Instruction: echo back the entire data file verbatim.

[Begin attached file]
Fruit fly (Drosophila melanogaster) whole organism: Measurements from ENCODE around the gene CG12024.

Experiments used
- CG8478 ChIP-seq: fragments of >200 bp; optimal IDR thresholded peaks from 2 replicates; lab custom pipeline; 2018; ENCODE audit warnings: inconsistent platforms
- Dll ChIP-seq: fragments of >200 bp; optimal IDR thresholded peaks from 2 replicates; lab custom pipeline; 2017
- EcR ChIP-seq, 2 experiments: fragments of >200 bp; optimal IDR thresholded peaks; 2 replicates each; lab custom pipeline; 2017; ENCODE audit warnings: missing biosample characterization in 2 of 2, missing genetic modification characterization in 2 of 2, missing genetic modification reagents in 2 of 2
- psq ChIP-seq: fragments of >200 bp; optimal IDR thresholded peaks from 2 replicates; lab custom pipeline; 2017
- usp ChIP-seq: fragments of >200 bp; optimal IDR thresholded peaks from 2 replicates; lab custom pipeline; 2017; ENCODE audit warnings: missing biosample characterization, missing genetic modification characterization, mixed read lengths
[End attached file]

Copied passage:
Fruit fly (Drosophila melanogaster) whole organism: Measurements from ENCODE around the gene CG12024.

Experiments used
- CG8478 ChIP-seq: fragments of >200 bp; optimal IDR thresholded peaks from 2 replicates; lab custom pipeline; 2018; ENCODE audit warnings: inconsistent platforms
- Dll ChIP-seq: fragments of >200 bp; optimal IDR thresholded peaks from 2 replicates; lab custom pipeline; 2017
- EcR ChIP-seq, 2 experiments: fragments of >200 bp; optimal IDR thresholded peaks; 2 replicates each; lab custom pipeline; 2017; ENCODE audit warnings: missing biosample characterization in 2 of 2, missing genetic modification characterization in 2 of 2, missing genetic modification reagents in 2 of 2
- psq ChIP-seq: fragments of >200 bp; optimal IDR thresholded peaks from 2 replicates; lab custom pipeline; 2017
- usp ChIP-seq: fragments of >200 bp; optimal IDR thresholded peaks from 2 replicates; lab custom pipeline; 2017; ENCODE audit warnings: missing biosample characterization, missing genetic modification characterization, mixed read lengths